"A comical prototype doesn't mean a dumb idea is possible" (Thunderf00t)
Re: Piezoelectric disks for Z contact detect and bed levelling
January 24, 2018 08:49AM
Quote
MKSA
Looks like this extra complexity is likely to prevent the building of a proper sturdy bed.
............

For a printer which already has the bed mounted on three mounts with return springs (e.g., most good Cartesian pirnters), the parallel mechanism introduces no significant compliance. Putting it another way, it is just as sturdy with the under-bed sensors - that is the reason for the mechanism itself and the use of discs in compression rather than flexing.

Mike
Re: Piezoelectric disks for Z contact detect and bed levelling
January 24, 2018 03:26PM
Quote
leadinglights
Quote
MKSA
Looks like this extra complexity is likely to prevent the building of a proper sturdy bed.
............

For a printer which already has the bed mounted on three mounts with return springs (e.g., most good Cartesian pirnters), the parallel mechanism introduces no significant compliance. Putting it another way, it is just as sturdy with the under-bed sensors - that is the reason for the mechanism itself and the use of discs in compression rather than flexing.

Mike

Why screw and springs if you use auto bed level ? When I say strurdy, it is sturdy, no thin screws, springs etc...
Again unnecessary complexity.
Piezo have been used for age for various kind of sensors.
Flexing works fine for this purpose.
The way you use it in compression is fine for a scale, a pressure sensor.

Edited 1 time(s). Last edit at 01/24/2018 03:36PM by MKSA.


"A comical prototype doesn't mean a dumb idea is possible" (Thunderf00t)
Re: Piezoelectric disks for Z contact detect and bed levelling
January 24, 2018 10:33PM
Well any1 that has been printing for some time could tell you the benefit of having springs under the bed is not just for bed leveling. You only need to have a bit of warping or wander in calibration to have the head crash into the print or bed itself causing damage or destruction of print, then multiply that my a machine running at 250mm/s and we are talking catastrophic issues.Springs under the bed are cheap insurance to prevent any damage occurring and usually facilitate the ongoing printing despite a small amount of warpage, if you are lucky enough to have never encounter this then I would say you are in the minority. Putting the piezo under the bed also allows more build height and prevents you having to use a printed product on your hotend which limits what you can print and both the quality and print speed you can achieve, sure this is hardly an issue if you are using a Prusa but then again achieving high quality prints is hardly high on the radar for such a basic machine in the first place .......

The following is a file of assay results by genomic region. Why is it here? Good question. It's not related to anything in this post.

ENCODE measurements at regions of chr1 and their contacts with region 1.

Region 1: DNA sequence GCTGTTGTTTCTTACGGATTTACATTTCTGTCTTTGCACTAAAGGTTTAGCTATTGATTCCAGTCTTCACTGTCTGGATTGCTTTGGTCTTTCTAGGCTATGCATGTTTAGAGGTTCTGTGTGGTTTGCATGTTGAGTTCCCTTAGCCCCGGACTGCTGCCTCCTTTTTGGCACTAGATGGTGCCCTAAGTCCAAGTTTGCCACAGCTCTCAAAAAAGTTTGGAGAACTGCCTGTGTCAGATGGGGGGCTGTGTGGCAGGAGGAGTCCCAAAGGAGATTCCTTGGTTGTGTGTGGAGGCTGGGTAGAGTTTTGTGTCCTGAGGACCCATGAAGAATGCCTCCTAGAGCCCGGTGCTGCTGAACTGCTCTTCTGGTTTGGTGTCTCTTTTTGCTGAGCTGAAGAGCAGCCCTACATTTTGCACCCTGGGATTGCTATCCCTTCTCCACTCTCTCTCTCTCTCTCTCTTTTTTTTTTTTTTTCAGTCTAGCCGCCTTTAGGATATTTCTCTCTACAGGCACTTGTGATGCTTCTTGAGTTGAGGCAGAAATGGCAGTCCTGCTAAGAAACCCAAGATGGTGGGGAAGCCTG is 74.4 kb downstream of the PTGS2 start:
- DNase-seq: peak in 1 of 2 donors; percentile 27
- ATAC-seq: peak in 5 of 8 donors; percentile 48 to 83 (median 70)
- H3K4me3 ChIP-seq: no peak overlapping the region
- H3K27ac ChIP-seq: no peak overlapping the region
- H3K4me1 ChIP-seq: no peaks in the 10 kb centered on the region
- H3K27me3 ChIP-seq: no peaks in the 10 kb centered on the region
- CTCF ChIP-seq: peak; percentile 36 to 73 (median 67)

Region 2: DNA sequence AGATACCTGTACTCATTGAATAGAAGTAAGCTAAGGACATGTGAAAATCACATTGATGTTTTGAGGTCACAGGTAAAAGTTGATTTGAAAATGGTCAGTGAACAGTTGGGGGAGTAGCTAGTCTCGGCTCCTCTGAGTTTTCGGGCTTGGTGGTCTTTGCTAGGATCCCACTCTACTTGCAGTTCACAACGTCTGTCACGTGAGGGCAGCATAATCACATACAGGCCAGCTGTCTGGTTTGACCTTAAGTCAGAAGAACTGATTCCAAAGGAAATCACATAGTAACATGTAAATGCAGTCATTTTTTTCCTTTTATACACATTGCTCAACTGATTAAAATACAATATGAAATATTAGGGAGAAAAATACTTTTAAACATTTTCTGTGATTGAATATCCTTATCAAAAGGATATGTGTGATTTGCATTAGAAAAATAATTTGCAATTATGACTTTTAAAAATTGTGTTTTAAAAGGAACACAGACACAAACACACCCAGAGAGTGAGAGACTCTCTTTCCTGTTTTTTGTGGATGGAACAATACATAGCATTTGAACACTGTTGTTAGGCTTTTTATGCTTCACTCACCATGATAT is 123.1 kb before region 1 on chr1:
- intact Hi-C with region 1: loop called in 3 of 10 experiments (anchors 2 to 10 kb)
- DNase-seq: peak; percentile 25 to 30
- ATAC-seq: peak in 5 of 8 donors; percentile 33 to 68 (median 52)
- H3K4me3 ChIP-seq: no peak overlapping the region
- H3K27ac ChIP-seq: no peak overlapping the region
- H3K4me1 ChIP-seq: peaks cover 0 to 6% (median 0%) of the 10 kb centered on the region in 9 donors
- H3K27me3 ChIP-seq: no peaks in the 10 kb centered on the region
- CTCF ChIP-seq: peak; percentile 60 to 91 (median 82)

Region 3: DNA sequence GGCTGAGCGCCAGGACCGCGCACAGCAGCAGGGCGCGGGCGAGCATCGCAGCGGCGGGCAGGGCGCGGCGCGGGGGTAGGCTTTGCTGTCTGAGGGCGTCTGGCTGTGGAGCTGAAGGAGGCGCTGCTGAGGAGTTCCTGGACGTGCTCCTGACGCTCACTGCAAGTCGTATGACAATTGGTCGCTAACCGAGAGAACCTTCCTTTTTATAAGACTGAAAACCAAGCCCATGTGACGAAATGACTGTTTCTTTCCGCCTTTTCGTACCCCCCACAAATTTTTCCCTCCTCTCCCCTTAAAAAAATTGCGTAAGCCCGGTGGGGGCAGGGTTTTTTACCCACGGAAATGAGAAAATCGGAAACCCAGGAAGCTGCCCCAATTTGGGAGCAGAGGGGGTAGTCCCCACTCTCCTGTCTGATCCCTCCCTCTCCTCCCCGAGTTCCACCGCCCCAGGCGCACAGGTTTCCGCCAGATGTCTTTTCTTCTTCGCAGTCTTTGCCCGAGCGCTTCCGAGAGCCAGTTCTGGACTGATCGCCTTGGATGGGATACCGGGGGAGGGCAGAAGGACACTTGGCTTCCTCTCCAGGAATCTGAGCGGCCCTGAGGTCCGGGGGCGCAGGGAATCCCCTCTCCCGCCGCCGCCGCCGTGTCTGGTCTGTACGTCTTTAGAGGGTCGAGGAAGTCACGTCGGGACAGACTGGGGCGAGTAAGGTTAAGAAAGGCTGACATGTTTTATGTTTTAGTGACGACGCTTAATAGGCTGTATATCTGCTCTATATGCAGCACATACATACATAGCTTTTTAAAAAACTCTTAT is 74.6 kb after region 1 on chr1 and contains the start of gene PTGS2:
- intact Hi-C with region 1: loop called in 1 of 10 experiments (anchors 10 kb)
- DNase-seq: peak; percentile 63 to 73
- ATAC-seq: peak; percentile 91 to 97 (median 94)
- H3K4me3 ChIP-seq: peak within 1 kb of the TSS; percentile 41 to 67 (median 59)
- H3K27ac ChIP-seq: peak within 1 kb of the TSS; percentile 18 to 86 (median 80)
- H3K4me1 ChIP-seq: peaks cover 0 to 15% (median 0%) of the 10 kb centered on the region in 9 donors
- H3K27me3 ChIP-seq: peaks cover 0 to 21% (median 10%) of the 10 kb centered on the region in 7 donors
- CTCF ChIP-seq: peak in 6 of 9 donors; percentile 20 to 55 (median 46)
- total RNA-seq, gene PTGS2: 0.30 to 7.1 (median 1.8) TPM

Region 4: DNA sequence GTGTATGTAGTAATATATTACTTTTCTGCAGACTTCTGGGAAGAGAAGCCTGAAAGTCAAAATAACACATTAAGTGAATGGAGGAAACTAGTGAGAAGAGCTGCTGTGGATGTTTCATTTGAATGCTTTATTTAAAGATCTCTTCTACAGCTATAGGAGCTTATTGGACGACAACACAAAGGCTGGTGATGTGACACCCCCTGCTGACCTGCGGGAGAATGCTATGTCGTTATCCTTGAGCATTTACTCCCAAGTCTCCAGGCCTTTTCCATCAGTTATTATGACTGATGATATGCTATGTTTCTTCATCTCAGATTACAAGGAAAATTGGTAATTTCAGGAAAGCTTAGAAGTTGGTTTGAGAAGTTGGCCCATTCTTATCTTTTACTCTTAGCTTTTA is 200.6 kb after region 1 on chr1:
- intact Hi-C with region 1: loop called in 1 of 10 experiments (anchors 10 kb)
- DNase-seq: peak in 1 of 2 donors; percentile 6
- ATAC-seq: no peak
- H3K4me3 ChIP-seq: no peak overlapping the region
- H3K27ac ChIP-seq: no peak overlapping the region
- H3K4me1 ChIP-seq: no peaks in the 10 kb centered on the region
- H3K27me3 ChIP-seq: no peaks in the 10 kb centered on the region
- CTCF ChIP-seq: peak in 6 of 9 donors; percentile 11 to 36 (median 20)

Re: Piezoelectric disks for Z contact detect and bed levelling
January 25, 2018 12:56AM
Redemptioner:

I know the purpose of these springs, see here: [forums.reprap.org]

Just that by having the Z sensor part of the printhead, we don't need them anymore. Head can be made to take the beating or protection mechanism can be implemented (spring ?).

A sturdy bed is heavy so the spring must be strong. So ?

Built height gain ? How ? Your compare to a way of mounting the Z sensor on the head. Compare to let's say the Delta smart effector of DC42 (piezo could be integrated that way)

Any way, good luck with your system.


"A comical prototype doesn't mean a dumb idea is possible" (Thunderf00t)
Re: Piezoelectric disks for Z contact detect and bed levelling
January 28, 2018 11:41AM
Quote
MKSA
Redemptioner:

I know the purpose of these springs, see here: [forums.reprap.org]

Just that by having the Z sensor part of the printhead, we don't need them anymore. Head can be made to take the beating or protection mechanism can be implemented (spring ?).

A sturdy bed is heavy so the spring must be strong. So ?

Built height gain ? How ? Your compare to a way of mounting the Z sensor on the head. Compare to let's say the Delta smart effector of DC42 (piezo could be integrated that way)

Any way, good luck with your system.

I have continued this discussion on a new thread "Rigid construction"

Mike